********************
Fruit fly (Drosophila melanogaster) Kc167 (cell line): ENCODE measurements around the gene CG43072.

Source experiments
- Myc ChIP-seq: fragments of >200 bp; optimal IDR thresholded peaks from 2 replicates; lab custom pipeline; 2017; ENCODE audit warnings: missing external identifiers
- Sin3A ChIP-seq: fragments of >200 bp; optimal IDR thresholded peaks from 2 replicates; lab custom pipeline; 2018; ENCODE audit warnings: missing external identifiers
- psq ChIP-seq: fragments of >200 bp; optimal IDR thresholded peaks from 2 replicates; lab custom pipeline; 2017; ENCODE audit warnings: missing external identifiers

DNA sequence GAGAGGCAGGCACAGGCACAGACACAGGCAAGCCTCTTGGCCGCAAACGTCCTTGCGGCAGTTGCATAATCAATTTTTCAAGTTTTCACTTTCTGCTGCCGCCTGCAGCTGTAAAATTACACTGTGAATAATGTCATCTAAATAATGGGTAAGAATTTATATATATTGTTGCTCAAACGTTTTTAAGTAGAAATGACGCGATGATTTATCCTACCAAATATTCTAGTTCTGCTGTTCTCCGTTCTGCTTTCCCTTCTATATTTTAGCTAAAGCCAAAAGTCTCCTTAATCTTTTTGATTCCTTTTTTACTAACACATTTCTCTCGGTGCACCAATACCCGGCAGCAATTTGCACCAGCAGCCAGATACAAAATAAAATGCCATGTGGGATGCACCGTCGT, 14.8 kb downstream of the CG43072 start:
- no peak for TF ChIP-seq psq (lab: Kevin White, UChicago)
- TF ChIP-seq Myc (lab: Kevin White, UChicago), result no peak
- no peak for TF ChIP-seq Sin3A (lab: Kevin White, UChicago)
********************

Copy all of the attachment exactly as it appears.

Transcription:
Fruit fly (Drosophila melanogaster) Kc167 (cell line): ENCODE measurements around the gene CG43072.

Source experiments
- Myc ChIP-seq: fragments of >200 bp; optimal IDR thresholded peaks from 2 replicates; lab custom pipeline; 2017; ENCODE audit warnings: missing external identifiers
- Sin3A ChIP-seq: fragments of >200 bp; optimal IDR thresholded peaks from 2 replicates; lab custom pipeline; 2018; ENCODE audit warnings: missing external identifiers
- psq ChIP-seq: fragments of >200 bp; optimal IDR thresholded peaks from 2 replicates; lab custom pipeline; 2017; ENCODE audit warnings: missing external identifiers

DNA sequence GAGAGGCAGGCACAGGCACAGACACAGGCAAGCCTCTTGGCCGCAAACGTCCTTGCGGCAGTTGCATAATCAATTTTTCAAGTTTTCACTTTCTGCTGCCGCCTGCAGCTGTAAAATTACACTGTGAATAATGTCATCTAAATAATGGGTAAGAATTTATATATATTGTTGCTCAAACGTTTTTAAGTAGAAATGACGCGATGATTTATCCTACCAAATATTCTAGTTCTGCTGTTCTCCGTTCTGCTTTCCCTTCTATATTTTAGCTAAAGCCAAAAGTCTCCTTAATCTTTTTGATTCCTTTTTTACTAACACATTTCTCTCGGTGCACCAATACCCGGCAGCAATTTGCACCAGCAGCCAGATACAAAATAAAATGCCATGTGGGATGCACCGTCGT, 14.8 kb downstream of the CG43072 start:
- no peak for TF ChIP-seq psq (lab: Kevin White, UChicago)
- TF ChIP-seq Myc (lab: Kevin White, UChicago), result no peak
- no peak for TF ChIP-seq Sin3A (lab: Kevin White, UChicago)